Monthly Archives: February 2013

“Not Today” trailer

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Is Technology and Social Media helping to Create Sex Traffickers?

Two weeks ago I read an article in the London Telegraph that has eaten at me ever since. The reporter, Cole Moreton, was writing about the 2011 death of 13-year-old Chevonea Kendall-Bryan and the culture of pornography surrounding our children.

Although the events happened in the spring of 2011, Chevonea’s case was just wrapping up in January of this year. The court was told Chevonea claimed 18-year-old Benn Miebaka had forced her to perform a sex act on him following a half-term party. She said a second boy, known to the court as E6, threatened to smash the windows at Chevonea’s home if she did not repeat the act on him the following day. When she complied, he made a recording of the act and later texted it to his friends. Chevonea accidentally died while hanging out of her fourth-floor window begging him to delete it, and not surprisingly, when she fell, the boy ran away.

One of the many things that disturbed me was that Chevonea (only 13!) reported both assaults to teachers at her school, only to have it dismissed. Teenage boys do these things and boys will be boys, and all that. Yes, they will if someone doesn’t teach them that it is not only inappropriate to coerce sex but illegal. In both cases Chevonea was forced or threatened into complying; she was not a willing participant. It seems she was also filmed without her knowledge and exposed to who knows how many others. Even if the boy had deleted the video, once it entered cyberspace, no one can stop it.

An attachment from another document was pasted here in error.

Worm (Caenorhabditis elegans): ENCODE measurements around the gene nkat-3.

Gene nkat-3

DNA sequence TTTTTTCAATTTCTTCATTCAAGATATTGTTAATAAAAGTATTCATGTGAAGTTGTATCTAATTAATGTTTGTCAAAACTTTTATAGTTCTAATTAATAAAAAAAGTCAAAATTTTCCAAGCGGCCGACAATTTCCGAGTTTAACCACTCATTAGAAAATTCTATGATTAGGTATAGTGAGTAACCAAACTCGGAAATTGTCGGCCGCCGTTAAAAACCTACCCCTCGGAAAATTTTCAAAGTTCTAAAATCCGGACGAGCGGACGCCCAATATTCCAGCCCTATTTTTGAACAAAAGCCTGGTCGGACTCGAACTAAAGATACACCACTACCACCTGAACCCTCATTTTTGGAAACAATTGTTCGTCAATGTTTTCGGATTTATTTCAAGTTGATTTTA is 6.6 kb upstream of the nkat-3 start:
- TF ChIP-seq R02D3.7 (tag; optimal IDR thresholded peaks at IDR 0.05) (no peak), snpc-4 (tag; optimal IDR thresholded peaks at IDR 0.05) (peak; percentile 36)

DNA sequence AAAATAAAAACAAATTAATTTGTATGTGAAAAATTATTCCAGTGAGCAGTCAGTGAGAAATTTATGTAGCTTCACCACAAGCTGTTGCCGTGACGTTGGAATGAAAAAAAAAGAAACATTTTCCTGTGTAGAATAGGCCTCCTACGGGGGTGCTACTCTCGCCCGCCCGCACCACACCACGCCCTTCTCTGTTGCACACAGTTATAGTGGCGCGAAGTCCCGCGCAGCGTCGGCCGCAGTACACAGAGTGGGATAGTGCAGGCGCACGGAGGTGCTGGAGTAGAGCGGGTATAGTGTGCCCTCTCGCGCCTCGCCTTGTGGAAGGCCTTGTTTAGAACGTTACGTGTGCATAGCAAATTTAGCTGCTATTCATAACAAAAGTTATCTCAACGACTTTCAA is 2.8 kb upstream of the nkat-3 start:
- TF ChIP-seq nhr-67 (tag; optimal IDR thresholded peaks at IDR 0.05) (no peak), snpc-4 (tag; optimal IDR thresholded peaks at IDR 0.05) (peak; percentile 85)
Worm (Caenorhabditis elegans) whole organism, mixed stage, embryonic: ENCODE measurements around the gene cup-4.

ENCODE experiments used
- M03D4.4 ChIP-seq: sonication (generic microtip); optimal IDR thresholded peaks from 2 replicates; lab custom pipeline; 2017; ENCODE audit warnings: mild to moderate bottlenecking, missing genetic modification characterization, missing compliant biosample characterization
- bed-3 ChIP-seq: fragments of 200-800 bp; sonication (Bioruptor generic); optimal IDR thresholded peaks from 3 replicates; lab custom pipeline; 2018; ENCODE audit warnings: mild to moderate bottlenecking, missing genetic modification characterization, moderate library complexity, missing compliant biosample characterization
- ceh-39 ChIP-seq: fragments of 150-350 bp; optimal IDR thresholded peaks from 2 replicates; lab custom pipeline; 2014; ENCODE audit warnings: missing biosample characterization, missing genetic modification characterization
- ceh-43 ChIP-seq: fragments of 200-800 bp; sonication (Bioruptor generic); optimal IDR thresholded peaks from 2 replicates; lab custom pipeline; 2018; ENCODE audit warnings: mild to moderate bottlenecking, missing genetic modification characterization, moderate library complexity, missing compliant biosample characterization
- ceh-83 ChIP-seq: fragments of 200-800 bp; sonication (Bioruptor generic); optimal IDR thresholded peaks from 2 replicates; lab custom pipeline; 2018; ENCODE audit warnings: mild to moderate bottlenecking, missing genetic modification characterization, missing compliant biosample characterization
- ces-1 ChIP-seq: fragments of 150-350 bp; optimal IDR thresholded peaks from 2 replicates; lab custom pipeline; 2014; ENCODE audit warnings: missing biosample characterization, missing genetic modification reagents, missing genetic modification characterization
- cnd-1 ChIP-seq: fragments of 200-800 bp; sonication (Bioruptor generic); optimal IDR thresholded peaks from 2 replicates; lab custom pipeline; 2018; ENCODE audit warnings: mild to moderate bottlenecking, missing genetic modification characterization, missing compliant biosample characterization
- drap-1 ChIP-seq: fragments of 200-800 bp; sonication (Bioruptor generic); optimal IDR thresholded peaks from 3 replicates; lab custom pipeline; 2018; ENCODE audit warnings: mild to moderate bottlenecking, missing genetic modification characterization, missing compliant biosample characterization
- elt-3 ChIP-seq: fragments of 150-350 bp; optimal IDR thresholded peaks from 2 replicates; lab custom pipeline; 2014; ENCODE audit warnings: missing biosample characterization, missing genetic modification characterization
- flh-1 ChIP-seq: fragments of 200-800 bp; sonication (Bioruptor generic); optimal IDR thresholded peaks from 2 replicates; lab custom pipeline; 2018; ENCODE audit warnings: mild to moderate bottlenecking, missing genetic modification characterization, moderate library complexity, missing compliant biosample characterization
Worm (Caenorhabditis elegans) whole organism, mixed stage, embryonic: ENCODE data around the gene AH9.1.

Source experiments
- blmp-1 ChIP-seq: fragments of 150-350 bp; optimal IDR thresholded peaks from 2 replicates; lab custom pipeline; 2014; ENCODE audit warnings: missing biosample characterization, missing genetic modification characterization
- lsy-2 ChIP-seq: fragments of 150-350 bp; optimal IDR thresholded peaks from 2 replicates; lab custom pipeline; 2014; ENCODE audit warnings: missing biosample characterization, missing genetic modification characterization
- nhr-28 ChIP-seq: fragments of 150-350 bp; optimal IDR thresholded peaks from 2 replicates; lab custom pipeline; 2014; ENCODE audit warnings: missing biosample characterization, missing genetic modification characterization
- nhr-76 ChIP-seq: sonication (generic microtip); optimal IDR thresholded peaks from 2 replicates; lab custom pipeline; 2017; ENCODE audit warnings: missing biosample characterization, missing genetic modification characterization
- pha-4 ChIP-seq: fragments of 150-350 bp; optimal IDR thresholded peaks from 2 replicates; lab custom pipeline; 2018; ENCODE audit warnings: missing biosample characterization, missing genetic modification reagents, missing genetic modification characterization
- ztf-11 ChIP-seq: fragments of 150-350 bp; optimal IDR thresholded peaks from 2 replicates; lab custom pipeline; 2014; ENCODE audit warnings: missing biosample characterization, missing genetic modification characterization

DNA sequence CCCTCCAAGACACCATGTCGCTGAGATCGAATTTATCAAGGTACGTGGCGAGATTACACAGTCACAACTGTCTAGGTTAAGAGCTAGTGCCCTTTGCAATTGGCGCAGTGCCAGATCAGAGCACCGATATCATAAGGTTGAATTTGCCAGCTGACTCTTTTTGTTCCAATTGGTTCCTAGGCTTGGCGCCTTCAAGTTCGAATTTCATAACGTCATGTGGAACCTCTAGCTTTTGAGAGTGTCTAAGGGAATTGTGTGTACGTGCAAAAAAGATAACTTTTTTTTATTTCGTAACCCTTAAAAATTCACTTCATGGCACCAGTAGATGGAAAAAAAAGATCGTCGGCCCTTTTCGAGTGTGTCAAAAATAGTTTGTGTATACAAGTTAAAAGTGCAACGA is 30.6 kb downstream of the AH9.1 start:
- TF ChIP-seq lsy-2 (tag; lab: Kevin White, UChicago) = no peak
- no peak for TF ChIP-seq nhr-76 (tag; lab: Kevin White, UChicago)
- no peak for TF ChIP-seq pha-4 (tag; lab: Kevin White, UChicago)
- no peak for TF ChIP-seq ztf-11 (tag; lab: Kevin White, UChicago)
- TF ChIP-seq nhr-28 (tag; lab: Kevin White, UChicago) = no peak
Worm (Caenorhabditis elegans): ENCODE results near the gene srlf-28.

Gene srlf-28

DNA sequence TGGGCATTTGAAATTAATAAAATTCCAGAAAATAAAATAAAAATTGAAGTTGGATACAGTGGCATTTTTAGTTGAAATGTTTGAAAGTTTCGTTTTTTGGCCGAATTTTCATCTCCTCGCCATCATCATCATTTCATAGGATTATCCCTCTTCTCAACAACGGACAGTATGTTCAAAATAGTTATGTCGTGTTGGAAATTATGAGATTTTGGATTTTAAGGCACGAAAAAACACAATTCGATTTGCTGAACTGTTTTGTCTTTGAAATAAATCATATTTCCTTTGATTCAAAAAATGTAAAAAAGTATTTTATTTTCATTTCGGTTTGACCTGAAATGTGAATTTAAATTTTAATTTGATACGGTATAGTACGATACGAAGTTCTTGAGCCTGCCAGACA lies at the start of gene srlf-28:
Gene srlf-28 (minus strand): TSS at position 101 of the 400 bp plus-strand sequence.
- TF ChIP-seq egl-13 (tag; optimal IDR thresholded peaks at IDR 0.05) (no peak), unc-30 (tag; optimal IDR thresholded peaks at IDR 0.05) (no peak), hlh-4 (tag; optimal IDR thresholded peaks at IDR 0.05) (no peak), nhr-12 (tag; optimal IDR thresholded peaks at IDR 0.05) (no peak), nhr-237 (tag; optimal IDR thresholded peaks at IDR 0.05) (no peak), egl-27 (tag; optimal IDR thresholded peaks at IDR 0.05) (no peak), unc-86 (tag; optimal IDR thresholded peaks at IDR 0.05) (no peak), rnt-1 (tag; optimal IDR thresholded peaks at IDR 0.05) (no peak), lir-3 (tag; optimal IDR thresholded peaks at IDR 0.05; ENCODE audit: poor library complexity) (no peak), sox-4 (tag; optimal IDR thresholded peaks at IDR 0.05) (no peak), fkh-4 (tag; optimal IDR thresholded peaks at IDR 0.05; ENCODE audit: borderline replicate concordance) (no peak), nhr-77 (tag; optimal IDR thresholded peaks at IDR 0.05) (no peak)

What this article and several others in the Telegraph (links below) mention is the culture of pornography that fuels a lot of these behaviors. Kids have access to hardcore porn 24 hours a day, and this is where many are getting their sexual education and ideas. One boy mentioned that all of the stuff on the internet is staged; he likes the “real” stuff that guys he knows post.

In his article, Moreton talks about boys encouraging their girlfriends to send them explicit pictures of themselves (sexting) and the boys trading them with each other like boys used to trade baseball cards. I wonder how many of the girls are aware that they are being swapped. I wonder how many of these images will pop up in later years to haunt them.